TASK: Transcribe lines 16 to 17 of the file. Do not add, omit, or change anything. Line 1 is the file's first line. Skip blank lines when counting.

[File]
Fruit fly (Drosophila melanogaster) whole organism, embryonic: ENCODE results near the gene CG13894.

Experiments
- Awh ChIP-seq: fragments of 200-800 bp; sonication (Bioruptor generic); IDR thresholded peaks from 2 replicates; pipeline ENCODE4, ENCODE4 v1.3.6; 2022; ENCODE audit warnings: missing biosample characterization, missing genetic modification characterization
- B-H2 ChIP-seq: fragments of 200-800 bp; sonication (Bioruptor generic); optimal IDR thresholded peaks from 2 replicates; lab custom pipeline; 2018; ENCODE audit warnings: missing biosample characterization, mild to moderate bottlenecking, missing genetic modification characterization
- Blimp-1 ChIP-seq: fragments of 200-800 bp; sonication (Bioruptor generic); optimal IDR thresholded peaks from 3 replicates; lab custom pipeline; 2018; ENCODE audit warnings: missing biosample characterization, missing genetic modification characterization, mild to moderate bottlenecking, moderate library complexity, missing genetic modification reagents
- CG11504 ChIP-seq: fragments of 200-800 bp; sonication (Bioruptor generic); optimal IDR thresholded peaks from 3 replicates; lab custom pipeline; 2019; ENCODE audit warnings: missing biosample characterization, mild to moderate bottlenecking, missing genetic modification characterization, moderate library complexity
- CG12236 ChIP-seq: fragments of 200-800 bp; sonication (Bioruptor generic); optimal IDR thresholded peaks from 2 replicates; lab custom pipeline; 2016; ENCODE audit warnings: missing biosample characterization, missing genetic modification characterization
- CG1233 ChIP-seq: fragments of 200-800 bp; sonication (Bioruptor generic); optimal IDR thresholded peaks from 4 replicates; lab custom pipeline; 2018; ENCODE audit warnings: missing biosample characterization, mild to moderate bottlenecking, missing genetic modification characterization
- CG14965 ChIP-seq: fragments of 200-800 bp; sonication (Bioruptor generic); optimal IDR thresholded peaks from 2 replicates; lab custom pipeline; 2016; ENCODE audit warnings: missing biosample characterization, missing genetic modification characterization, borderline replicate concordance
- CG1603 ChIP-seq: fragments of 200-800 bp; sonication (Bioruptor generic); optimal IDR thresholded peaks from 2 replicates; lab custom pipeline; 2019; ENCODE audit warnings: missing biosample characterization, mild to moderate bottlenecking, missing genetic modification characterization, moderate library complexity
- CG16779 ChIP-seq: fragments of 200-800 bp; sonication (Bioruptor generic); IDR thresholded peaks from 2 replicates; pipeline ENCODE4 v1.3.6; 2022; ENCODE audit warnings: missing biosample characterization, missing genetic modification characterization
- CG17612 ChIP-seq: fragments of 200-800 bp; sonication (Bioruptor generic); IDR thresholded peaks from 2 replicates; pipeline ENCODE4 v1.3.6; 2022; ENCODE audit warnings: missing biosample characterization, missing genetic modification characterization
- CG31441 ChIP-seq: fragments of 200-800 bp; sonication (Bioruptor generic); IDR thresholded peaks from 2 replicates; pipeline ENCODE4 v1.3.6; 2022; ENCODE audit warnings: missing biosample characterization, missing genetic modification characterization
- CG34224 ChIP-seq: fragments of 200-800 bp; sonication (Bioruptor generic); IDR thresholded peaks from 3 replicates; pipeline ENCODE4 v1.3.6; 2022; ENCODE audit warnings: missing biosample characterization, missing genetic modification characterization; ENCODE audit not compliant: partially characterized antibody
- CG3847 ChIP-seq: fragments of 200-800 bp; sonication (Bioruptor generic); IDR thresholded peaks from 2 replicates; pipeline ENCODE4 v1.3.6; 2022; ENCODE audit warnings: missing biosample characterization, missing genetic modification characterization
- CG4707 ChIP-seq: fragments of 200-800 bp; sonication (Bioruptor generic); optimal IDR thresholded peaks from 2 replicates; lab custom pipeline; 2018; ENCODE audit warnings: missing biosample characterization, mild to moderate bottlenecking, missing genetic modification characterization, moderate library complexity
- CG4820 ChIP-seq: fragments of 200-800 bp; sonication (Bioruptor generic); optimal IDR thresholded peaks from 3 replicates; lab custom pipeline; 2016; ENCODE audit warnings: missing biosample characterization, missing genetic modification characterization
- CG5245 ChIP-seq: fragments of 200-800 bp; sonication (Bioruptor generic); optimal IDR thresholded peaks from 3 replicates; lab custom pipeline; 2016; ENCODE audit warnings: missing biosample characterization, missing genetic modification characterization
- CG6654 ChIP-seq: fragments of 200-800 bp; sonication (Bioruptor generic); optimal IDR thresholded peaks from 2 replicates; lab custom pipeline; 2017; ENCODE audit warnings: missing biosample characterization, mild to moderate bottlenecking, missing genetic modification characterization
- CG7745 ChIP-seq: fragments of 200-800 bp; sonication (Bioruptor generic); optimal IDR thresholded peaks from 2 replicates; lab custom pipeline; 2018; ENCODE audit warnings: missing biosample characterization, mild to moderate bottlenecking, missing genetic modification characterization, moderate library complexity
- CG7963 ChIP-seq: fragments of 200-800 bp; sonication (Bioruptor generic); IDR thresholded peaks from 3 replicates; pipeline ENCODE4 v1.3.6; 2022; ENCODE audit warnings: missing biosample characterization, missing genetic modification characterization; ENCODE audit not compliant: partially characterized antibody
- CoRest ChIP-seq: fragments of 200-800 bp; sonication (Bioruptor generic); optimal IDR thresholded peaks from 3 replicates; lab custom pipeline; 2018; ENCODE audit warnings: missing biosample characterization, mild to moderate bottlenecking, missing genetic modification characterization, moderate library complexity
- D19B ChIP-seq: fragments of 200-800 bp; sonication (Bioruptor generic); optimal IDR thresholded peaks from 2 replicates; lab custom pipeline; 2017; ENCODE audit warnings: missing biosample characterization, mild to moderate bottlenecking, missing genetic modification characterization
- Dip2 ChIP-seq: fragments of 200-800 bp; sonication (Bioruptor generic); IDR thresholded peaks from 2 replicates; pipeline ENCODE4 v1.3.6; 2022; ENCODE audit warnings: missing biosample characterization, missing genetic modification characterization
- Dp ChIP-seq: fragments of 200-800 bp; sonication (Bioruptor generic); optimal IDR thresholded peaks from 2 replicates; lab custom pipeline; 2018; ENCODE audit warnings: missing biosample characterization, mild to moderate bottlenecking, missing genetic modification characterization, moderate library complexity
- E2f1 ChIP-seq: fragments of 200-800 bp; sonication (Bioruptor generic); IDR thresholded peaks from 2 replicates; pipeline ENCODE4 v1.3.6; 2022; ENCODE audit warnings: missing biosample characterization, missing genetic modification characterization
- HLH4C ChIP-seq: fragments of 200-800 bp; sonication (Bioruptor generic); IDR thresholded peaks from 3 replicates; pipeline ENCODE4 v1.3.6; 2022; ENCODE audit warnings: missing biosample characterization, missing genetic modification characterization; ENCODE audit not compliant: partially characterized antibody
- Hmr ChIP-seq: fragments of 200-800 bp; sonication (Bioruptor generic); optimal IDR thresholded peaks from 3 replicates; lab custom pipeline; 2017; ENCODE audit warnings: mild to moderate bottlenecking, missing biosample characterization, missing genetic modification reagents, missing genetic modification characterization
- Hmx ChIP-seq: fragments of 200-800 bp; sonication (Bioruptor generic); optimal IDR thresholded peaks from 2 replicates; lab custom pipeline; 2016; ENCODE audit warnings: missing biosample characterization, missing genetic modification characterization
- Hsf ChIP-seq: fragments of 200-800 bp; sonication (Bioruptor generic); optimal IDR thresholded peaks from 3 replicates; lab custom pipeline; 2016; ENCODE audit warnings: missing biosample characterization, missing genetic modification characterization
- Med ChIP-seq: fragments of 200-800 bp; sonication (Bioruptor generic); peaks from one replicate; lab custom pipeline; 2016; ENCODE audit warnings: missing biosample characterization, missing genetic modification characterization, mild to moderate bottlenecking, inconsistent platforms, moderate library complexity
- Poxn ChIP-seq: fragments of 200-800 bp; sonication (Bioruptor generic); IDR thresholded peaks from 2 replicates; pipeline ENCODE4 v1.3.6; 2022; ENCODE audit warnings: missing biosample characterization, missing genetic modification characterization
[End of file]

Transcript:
- CG4707 ChIP-seq: fragments of 200-800 bp; sonication (Bioruptor generic); optimal IDR thresholded peaks from 2 replicates; lab custom pipeline; 2018; ENCODE audit warnings: missing biosample characterization, mild to moderate bottlenecking, missing genetic modification characterization, moderate library complexity
- CG4820 ChIP-seq: fragments of 200-800 bp; sonication (Bioruptor generic); optimal IDR thresholded peaks from 3 replicates; lab custom pipeline; 2016; ENCODE audit warnings: missing biosample characterization, missing genetic modification characterization